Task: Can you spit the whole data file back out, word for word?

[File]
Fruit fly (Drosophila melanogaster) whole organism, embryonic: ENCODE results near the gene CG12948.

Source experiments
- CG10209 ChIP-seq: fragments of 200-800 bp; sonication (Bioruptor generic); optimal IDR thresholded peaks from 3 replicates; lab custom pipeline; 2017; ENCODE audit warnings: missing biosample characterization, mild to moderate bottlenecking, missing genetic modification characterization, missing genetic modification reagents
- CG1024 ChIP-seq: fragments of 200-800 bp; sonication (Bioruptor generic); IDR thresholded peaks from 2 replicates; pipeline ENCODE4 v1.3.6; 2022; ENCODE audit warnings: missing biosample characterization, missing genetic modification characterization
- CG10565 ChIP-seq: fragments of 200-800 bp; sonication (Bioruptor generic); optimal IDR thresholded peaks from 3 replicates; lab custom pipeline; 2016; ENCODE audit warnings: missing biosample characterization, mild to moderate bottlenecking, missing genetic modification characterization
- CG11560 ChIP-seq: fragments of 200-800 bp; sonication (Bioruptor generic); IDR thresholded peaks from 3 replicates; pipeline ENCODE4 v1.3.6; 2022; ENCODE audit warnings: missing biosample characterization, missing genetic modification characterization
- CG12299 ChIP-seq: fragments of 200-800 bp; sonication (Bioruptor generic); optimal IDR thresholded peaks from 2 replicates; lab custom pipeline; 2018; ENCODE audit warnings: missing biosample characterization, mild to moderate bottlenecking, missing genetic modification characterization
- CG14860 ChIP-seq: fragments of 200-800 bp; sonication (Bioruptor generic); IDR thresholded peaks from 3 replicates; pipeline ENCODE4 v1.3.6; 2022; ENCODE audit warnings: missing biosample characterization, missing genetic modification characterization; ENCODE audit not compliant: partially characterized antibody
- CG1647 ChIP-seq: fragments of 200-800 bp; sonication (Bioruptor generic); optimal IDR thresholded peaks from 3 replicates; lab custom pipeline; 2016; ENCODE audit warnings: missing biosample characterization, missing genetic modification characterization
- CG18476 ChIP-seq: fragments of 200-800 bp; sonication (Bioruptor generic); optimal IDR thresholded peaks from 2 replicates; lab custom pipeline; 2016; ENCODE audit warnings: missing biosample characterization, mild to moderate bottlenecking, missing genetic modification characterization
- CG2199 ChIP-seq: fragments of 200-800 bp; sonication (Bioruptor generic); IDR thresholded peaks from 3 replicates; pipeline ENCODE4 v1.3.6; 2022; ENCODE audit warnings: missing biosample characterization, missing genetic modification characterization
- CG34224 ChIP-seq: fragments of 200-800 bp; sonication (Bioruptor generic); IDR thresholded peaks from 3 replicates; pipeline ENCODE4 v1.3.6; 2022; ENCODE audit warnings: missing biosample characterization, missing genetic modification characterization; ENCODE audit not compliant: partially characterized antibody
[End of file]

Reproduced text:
Fruit fly (Drosophila melanogaster) whole organism, embryonic: ENCODE results near the gene CG12948.

Source experiments
- CG10209 ChIP-seq: fragments of 200-800 bp; sonication (Bioruptor generic); optimal IDR thresholded peaks from 3 replicates; lab custom pipeline; 2017; ENCODE audit warnings: missing biosample characterization, mild to moderate bottlenecking, missing genetic modification characterization, missing genetic modification reagents
- CG1024 ChIP-seq: fragments of 200-800 bp; sonication (Bioruptor generic); IDR thresholded peaks from 2 replicates; pipeline ENCODE4 v1.3.6; 2022; ENCODE audit warnings: missing biosample characterization, missing genetic modification characterization
- CG10565 ChIP-seq: fragments of 200-800 bp; sonication (Bioruptor generic); optimal IDR thresholded peaks from 3 replicates; lab custom pipeline; 2016; ENCODE audit warnings: missing biosample characterization, mild to moderate bottlenecking, missing genetic modification characterization
- CG11560 ChIP-seq: fragments of 200-800 bp; sonication (Bioruptor generic); IDR thresholded peaks from 3 replicates; pipeline ENCODE4 v1.3.6; 2022; ENCODE audit warnings: missing biosample characterization, missing genetic modification characterization
- CG12299 ChIP-seq: fragments of 200-800 bp; sonication (Bioruptor generic); optimal IDR thresholded peaks from 2 replicates; lab custom pipeline; 2018; ENCODE audit warnings: missing biosample characterization, mild to moderate bottlenecking, missing genetic modification characterization
- CG14860 ChIP-seq: fragments of 200-800 bp; sonication (Bioruptor generic); IDR thresholded peaks from 3 replicates; pipeline ENCODE4 v1.3.6; 2022; ENCODE audit warnings: missing biosample characterization, missing genetic modification characterization; ENCODE audit not compliant: partially characterized antibody
- CG1647 ChIP-seq: fragments of 200-800 bp; sonication (Bioruptor generic); optimal IDR thresholded peaks from 3 replicates; lab custom pipeline; 2016; ENCODE audit warnings: missing biosample characterization, missing genetic modification characterization
- CG18476 ChIP-seq: fragments of 200-800 bp; sonication (Bioruptor generic); optimal IDR thresholded peaks from 2 replicates; lab custom pipeline; 2016; ENCODE audit warnings: missing biosample characterization, mild to moderate bottlenecking, missing genetic modification characterization
- CG2199 ChIP-seq: fragments of 200-800 bp; sonication (Bioruptor generic); IDR thresholded peaks from 3 replicates; pipeline ENCODE4 v1.3.6; 2022; ENCODE audit warnings: missing biosample characterization, missing genetic modification characterization
- CG34224 ChIP-seq: fragments of 200-800 bp; sonication (Bioruptor generic); IDR thresholded peaks from 3 replicates; pipeline ENCODE4 v1.3.6; 2022; ENCODE audit warnings: missing biosample characterization, missing genetic modification characterization; ENCODE audit not compliant: partially characterized antibody